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Experts Worried by Drug-Resistant TB in Africa, Asia, Eastern Europe

Health officials from southern Africa and the World Health Organization (WHO) met Tuesday and Wednesday in South Africa to discuss ways to deal with growing cases of drug-resistant tuberculosis. Because new drugs to fight the disease may be more than a decade away, experts say a global plan must be implemented to strengthen existing forms of detection and treatment.

International health officials are alarmed by the rise of drug-resistant strains of tuberculosis, and say international strategies are urgently needed to combat them.

South Africa's health ministry this week hosted a meeting of experts from the World Health Organization and 11 southern African nations. Executive-director Thami Mseleku said African governments were among the first to raise the alarm.

"It was the region itself that actually identified the challenge of TB as an emergency in Africa and resolved that all countries in Africa should start developing strategies for dealing with the emergency," he said.

Mseleku said a recent outbreak of drug-resistant TB in South Africa has killed more than 100 people, nearly one-third of those diagnosed with the strain.

Tuberculosis is highly contagious disease caused by bacteria that usually attack the lungs. It is spread when a victim with active TB coughs or sneezes.

Multi-drug-resistant tuberculosis is resistant to all of the main anti-TB drugs, known as first-line drugs. It is also resistant to older medicines, known as a second-line drugs. These were abandoned decades ago because of their serious side effects but are now being brought back into use.

An even more serious strain, called extreme drug-resistant TB, resists almost all drugs known to science.

Experts are worried because new anti-tuberculosis drugs may not be available for another 15 years.

The director of the WHO's tuberculosis department, Mario Raviglione, said a recent survey found drug-resistant tuberculosis on every continent.

"Multi-drug-resistant TB is present everywhere in the world where we surveyed, in 102 out of 109 countries that have been surveyed in the past decade," he noted. "So its a universal problem."

A total of 1.5 million people died of TB last year. Additionally, 9 million new cases were reported, of these 400,000 cases were drug-resistant.

The highest recorded numbers of victims were in China and countries of the former Soviet Union, but the highest number of deaths per capita were in Southern and Eastern Africa.

A WHO specialist on TB, Ernesto Jaramillo says drug resistant TB strains could be avoided.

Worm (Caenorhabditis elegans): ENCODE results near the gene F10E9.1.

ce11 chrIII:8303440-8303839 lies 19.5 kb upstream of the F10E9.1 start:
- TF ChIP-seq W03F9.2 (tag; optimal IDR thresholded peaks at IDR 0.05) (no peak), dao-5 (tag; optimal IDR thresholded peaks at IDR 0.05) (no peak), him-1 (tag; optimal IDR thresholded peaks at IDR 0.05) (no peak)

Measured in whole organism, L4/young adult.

"Drug resistance is man-made," he explained. "The causes are not only biological, but social and economic."

He says drug-resistant strains emerge because of improperly managed treatment of TB, including the use of low quality drugs and the incorrect use of drugs.

Drug-resistant strains also surface when patients abandon treatment before they are cured.

In the developing world, treatment for TB can cost one-half of the average monthly wage. In addition to the expense, the movement of migrant workers between rural and urban areas makes it difficult for them to maintain treatment programs.

Experts note that Southern Africa, with 11 percent of Africa's population, recorded two-thirds of the continent's deaths from TB. They said this is due in part to the high incidence of HIV/AIDS in the region.

A director of the WHO's department of HIV/AIDS, Teguest Guerma, said more than 50 percent of the people with TB in southern Africa are also infected with the HIV virus.

She says that HIV sufferers, because of their weakened immune systems, are prone to re-infection and this makes them susceptible to extreme drug-resistant TB (XDR-TB).

"The XDR-TB crisis will not in most parts of the world be solved unless HIV is properly considered," she said.

She says that the because of the stigma of HIV many people avoid being tested, which means many cases of TB go undetected. And she says a lack of collaboration between the two programs mean that people diagnosed with HIV often are not tested for TB.

She says in order to combat both scourges, HIV and TB programs must work closely together.

Dr. Jaramillo says it is possible to cure 100 percent of those people infected with non-resistant strains of TB and up to 60 percent of those with extreme drug-resistant TB. As a result, he says strong anti-TB programs are highly effective against drug-resistant strains as well.

But an advisor in the WHO's Africa office, Wilfred Nkhoma, says a lack of resources in Africa is a major challenge.

"Time is not on our side," he said. "I think that we all owe it to our people. It is an individual responsibility. It is also a public responsibility, a collective responsibility."

He says as a result, human and financial resources must be mobilized to strengthen the continent's health systems.

A 10-year global plan was launched in January to treat 50 million TB patients and save 40 million lives. The plan calls for $56 billion in funding, $47 billion for detection and treatment, and $9 billion for research. Two-thirds of the funding is to come from individual countries and the rest from multi-lateral organizations.